Potholder Rugs weave all sorts of things together. Since I started recycling clothing, it has become apparent that my work is actually all about mixing our culture together at the base. Setting the stage for random assortments of people to find connection and allowing them to discover how much they love each other.
This aspect of my work began as a happy accident and has moved toward center stage. When my product first came to the marketplace back in the late 1980s I imagined all the people who wore the clothes that were cut and pieced together. As time progressed, the makers of all that cut up clothing came to mind. . . . in far away places with less than stellar work conditions. . . … making clothing for us that we deemed so inconsequential that we discarded it before it was worn out.
The ridiculous American demand for excess (particularly clothing) never leaves my mind.
What if we ‘fat Americans’ all stopped the demand. We all just woke up one day and realized the damage we are doing to the planet, our collective diversity and culture with our over-consumption? Life could be simple and whole.
I get on tangents.
If there is one good thing about Donald Trump its that he has inspired me to show how connected and interwoven we, as people on the planet, actually are. Let me explain.
As Shire City Sanctuary, where my studio is housed, hosted the Berkshire County Bernie Sanders Campaign Headquarters last winter, I got all amped-up and excited about the idea of a government that actually represents its people. And - I got super disparaged by the bigotry and ignorance that seems rampant in some of the other candidates’ campaigns.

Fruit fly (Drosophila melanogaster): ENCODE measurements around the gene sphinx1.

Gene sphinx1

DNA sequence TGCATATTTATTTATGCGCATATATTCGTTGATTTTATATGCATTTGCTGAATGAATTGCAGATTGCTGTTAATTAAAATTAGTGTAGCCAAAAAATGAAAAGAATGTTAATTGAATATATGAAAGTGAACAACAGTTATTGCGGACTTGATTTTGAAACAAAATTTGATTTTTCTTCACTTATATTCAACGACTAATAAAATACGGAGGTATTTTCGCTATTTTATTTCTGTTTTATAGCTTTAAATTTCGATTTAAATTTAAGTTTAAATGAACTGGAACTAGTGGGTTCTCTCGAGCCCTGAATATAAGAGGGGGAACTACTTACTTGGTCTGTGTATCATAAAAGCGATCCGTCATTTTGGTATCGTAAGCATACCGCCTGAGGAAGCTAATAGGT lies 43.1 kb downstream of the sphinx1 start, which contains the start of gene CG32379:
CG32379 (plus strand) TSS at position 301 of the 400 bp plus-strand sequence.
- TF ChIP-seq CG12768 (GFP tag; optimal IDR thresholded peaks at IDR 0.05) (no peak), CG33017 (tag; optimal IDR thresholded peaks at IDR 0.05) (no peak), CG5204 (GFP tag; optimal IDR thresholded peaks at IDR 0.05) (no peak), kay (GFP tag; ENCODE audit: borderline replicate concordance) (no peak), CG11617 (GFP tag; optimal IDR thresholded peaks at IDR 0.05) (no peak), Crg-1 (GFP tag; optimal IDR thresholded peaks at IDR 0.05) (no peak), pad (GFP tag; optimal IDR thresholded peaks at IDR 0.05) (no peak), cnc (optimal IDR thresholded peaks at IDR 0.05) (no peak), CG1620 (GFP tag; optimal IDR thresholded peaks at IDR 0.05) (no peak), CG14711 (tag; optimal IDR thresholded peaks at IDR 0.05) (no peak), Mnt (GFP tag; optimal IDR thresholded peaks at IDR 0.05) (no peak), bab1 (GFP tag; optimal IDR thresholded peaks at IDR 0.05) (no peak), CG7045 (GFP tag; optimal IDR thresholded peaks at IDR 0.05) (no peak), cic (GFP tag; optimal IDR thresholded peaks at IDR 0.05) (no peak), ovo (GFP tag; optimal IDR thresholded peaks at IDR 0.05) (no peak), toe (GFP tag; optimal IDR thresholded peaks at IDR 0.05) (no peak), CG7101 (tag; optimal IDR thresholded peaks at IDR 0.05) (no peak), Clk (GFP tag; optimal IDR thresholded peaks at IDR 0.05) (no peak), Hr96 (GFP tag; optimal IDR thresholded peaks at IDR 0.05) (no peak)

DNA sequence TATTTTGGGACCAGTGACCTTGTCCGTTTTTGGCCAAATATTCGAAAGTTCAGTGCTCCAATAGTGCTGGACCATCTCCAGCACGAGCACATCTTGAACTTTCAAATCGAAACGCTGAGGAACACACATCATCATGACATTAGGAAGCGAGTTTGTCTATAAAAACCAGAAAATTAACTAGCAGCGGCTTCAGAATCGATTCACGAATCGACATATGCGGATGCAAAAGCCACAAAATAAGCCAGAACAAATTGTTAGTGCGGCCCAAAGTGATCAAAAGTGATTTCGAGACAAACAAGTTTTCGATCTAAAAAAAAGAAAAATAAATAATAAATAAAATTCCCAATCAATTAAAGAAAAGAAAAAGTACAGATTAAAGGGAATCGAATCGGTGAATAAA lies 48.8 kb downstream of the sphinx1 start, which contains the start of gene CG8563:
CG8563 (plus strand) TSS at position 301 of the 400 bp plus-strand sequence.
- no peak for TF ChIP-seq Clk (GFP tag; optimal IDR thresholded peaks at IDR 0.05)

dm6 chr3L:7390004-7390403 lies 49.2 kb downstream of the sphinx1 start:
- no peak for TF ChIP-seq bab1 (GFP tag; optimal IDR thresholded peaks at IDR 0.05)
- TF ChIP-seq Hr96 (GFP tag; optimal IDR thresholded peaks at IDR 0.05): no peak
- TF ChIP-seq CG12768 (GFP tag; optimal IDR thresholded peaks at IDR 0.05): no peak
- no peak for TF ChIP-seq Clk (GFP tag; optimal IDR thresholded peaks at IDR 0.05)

A magical opportunity arose for me on April 23rd.
April 22nd, 2016 marked the 26th Earthday. To honor this sacred day – I participated in a groundbreaking for Great Barrington’s newest community garden with a Clothing Drive and Community Potholder Rug Weaving. My friends, Alan and Nancy Timmons in collaboration with The Great Barrington Fairgrounds, orchestrated the event. While a tractor filled raised beds built by volunteers, fledgling gardens were being nurtured and caressed with loving hands. Soil was turning; there was face painting, live music, jesters, food and drinks.
When Alan asked me to participate he suggested I hold a clothing drive – for material for my work. What a WONDERFUL idea! I was stoked to finally have a way to support a community event in a mutually beneficial way! With his suggestion I was inspired to bring along a big loom and weave a Potholder Rug onsite with some of the donations. It was super inspiring to witness the day unfold. From the moment I arrived there was support and assistance with smiles and able hands.
From loom construction in the morning, cutting material all day and finishing the edge of the rug right at the end of the day eager helpers were abundant. A true woven community, in, what Smithsonian says, is the best town in the country for lifestyle.
We used donations gathered that day to make 3x5ft Potholder Rug on site. Visitors brought along sweaters, sweatshirts, t-shirts, and fleece tops no longer useful to them. They cut and knotted and warped and wove. At the close of the afternoon event the rug was complete and over 30 people had contributed to its construction.
Today we have a super amazing rug made by many diverse hands on the same mission. It is for sale in my online shop with proceeds going to support the Great Barrington Community Garden. I have a feeling that this is the first of many community events where I can participate in this way. Take a gander over to my online shop and take a look at the finished rug and know that with your purchase the garden will be fed, grow and feed.